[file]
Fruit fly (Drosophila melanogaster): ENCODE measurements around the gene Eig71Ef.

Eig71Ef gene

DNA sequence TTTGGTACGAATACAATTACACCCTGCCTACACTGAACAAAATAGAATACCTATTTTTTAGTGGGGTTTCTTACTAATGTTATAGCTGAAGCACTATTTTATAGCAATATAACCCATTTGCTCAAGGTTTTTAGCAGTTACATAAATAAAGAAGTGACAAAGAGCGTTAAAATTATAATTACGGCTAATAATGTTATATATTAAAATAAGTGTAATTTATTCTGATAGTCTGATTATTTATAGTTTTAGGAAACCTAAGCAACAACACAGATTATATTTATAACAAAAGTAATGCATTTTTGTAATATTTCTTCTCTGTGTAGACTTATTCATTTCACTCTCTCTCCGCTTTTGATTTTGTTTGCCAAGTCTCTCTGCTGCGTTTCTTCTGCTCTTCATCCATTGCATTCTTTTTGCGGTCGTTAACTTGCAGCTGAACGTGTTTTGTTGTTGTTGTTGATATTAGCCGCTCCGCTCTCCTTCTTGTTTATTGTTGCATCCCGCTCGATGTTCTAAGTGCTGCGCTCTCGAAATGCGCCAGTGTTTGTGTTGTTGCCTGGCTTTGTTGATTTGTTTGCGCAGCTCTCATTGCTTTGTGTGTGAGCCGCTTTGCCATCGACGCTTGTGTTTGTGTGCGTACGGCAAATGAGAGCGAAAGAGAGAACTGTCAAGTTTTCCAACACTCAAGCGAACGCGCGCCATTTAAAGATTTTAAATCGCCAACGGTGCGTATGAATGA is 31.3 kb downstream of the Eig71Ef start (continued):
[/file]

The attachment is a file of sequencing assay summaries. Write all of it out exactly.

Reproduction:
Fruit fly (Drosophila melanogaster): ENCODE measurements around the gene Eig71Ef.

Eig71Ef gene

DNA sequence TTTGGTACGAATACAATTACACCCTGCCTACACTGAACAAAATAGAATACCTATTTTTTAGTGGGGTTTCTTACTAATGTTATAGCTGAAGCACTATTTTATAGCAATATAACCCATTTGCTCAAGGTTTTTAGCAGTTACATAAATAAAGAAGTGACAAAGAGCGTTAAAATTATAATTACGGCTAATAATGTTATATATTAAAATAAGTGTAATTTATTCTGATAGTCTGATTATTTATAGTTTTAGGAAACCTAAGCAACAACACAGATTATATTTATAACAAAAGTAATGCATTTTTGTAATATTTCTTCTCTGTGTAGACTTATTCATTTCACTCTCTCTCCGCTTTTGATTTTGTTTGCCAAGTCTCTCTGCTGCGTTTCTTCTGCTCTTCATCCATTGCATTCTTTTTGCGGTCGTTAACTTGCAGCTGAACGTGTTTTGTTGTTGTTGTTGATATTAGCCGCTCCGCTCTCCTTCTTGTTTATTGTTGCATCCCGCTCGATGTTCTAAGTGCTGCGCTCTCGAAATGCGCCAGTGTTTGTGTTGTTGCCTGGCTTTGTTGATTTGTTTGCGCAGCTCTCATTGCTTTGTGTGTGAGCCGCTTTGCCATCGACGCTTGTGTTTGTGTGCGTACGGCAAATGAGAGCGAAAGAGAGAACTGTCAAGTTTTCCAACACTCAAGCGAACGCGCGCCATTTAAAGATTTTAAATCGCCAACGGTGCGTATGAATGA is 31.3 kb downstream of the Eig71Ef start (continued):